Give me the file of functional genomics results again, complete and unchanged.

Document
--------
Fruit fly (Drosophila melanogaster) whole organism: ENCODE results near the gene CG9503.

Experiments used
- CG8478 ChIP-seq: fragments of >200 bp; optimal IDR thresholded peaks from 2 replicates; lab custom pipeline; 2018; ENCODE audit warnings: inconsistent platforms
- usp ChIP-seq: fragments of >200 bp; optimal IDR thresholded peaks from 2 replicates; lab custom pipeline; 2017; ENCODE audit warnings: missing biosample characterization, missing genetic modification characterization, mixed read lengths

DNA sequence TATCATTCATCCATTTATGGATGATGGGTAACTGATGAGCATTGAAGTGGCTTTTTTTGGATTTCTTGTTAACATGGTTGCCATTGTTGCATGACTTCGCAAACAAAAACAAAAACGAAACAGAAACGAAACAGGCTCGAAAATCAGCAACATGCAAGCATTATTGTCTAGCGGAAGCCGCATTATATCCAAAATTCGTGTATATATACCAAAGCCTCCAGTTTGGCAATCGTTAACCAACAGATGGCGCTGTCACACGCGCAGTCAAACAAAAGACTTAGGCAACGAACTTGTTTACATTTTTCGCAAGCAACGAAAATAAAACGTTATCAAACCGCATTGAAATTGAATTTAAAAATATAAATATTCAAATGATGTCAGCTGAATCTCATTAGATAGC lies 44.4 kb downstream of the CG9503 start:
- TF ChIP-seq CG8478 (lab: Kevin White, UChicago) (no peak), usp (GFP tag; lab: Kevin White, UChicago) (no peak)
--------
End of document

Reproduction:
Fruit fly (Drosophila melanogaster) whole organism: ENCODE results near the gene CG9503.

Experiments used
- CG8478 ChIP-seq: fragments of >200 bp; optimal IDR thresholded peaks from 2 replicates; lab custom pipeline; 2018; ENCODE audit warnings: inconsistent platforms
- usp ChIP-seq: fragments of >200 bp; optimal IDR thresholded peaks from 2 replicates; lab custom pipeline; 2017; ENCODE audit warnings: missing biosample characterization, missing genetic modification characterization, mixed read lengths

DNA sequence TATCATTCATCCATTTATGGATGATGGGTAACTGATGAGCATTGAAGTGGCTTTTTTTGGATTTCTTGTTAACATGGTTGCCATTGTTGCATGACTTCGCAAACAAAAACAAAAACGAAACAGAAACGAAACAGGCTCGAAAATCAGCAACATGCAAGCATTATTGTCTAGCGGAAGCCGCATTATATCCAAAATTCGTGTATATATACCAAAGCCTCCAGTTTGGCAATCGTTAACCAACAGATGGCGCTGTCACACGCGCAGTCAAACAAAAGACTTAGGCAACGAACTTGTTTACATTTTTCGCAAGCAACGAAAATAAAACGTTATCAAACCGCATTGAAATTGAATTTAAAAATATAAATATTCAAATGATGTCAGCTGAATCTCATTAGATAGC lies 44.4 kb downstream of the CG9503 start:
- TF ChIP-seq CG8478 (lab: Kevin White, UChicago) (no peak), usp (GFP tag; lab: Kevin White, UChicago) (no peak)